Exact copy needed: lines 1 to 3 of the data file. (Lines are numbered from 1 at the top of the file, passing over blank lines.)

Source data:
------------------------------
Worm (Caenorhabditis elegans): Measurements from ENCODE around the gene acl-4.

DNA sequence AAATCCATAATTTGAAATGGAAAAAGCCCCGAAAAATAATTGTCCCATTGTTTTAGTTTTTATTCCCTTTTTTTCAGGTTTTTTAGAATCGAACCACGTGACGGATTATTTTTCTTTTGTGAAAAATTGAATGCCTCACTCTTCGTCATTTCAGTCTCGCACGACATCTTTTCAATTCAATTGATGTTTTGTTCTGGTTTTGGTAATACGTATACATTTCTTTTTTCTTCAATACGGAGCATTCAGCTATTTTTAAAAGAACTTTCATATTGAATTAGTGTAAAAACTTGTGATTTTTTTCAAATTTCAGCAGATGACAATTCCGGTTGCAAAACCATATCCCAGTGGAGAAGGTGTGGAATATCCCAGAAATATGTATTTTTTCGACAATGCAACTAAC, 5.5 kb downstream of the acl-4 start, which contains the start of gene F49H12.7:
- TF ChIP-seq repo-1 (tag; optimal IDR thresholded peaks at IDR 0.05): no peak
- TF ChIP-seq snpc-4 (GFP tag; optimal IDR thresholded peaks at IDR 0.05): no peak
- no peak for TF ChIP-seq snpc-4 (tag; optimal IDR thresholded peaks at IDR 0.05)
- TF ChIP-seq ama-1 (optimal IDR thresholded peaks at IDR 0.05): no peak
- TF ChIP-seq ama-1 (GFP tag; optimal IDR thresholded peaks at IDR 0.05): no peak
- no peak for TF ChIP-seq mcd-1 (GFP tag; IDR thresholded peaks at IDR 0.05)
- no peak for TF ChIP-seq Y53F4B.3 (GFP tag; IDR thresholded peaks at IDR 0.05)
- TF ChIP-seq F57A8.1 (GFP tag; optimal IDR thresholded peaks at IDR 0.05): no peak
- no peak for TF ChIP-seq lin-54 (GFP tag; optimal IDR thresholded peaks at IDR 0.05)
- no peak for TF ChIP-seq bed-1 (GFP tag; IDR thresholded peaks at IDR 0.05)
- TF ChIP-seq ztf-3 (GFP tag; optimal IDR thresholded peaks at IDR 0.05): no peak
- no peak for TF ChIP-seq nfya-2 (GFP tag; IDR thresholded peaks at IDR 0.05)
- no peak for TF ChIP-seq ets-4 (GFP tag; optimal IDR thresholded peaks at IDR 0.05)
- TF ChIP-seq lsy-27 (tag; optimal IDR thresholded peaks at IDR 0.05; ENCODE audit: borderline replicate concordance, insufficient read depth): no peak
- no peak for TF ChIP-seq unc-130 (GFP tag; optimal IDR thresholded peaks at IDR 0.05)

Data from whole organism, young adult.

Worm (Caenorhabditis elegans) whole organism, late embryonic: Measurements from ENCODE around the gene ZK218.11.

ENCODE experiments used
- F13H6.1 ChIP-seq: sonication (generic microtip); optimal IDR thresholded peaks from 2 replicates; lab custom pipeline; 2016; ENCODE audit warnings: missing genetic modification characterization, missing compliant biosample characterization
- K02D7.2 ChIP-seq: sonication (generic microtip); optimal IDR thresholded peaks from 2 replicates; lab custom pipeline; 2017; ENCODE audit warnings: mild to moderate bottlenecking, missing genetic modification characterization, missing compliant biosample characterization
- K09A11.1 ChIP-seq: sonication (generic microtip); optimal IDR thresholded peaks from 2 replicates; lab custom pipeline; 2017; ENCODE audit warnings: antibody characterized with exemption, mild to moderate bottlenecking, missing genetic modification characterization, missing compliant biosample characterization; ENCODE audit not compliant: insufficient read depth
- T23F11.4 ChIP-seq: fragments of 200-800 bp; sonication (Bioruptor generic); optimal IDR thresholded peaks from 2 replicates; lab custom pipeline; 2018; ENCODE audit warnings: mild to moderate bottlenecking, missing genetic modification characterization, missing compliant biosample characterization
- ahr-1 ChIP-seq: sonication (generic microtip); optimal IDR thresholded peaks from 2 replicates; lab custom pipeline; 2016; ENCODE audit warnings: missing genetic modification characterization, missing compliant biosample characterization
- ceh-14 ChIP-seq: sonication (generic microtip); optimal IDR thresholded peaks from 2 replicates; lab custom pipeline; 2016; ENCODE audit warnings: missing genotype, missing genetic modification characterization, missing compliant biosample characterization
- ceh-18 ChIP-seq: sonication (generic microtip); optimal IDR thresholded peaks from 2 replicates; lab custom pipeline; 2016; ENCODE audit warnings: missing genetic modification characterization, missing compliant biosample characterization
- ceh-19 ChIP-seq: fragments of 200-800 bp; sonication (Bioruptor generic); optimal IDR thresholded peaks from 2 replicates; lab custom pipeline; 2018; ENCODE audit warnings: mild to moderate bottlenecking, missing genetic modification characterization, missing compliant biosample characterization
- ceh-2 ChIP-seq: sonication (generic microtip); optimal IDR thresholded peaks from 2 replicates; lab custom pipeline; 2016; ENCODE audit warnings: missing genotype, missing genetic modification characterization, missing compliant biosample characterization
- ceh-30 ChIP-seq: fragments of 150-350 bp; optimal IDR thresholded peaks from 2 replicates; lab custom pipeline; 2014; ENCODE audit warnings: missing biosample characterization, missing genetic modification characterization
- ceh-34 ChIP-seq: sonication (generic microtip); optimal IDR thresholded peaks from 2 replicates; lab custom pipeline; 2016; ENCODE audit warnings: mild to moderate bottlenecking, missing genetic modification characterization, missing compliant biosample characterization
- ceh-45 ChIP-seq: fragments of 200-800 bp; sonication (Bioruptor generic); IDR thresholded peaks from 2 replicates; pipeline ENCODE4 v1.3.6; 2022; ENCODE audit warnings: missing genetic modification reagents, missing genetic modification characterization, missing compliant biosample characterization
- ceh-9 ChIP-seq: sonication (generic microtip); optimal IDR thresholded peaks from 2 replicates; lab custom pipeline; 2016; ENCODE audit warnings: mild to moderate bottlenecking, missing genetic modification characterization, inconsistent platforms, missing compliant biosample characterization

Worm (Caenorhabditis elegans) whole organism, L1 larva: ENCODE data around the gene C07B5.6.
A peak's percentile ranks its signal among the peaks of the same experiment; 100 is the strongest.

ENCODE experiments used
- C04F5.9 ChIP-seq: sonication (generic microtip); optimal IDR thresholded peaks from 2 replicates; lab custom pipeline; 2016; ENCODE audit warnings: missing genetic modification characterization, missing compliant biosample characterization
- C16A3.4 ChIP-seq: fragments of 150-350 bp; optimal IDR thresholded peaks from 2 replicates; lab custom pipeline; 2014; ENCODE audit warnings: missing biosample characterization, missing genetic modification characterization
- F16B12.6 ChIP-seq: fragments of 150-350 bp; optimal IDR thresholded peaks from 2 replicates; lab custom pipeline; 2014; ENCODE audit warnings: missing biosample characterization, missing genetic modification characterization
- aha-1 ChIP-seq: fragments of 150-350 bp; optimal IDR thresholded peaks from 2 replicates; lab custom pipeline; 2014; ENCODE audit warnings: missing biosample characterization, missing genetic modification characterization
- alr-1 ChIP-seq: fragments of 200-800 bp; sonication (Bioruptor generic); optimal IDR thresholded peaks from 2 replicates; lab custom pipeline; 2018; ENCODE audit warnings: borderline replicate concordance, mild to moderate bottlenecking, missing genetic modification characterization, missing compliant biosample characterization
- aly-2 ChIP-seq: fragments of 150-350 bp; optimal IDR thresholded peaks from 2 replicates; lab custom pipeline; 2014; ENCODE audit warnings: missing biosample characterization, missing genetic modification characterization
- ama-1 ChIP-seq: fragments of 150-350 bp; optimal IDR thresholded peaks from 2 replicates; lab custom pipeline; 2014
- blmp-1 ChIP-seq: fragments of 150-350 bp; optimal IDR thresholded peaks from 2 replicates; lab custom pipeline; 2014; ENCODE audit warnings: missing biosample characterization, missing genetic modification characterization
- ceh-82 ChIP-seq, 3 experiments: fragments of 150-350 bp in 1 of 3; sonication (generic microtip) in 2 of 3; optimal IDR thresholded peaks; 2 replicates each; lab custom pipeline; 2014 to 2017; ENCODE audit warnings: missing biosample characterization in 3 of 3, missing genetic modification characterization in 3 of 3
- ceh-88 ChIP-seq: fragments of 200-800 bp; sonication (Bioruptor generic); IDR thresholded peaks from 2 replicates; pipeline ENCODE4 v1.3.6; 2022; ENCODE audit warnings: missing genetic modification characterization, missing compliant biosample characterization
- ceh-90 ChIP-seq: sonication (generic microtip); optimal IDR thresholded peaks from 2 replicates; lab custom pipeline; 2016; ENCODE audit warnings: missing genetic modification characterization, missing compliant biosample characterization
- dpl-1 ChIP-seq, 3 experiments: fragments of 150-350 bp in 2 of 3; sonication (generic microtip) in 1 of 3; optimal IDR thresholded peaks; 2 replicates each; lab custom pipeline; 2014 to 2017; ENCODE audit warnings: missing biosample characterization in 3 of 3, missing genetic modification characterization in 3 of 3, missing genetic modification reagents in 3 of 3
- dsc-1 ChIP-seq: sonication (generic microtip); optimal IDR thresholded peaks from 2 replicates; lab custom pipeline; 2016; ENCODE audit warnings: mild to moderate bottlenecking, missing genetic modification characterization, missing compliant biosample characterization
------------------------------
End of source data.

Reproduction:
Worm (Caenorhabditis elegans): Measurements from ENCODE around the gene acl-4.

DNA sequence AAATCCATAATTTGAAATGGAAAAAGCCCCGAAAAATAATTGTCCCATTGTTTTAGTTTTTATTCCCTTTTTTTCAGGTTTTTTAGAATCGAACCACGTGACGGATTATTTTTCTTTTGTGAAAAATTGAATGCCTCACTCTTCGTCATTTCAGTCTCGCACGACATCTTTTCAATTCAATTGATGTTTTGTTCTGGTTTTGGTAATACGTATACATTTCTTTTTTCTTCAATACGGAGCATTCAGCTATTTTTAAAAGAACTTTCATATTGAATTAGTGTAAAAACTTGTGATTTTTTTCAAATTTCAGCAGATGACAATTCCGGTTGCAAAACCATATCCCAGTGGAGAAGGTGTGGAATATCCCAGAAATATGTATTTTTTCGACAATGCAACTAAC, 5.5 kb downstream of the acl-4 start, which contains the start of gene F49H12.7:
- TF ChIP-seq repo-1 (tag; optimal IDR thresholded peaks at IDR 0.05): no peak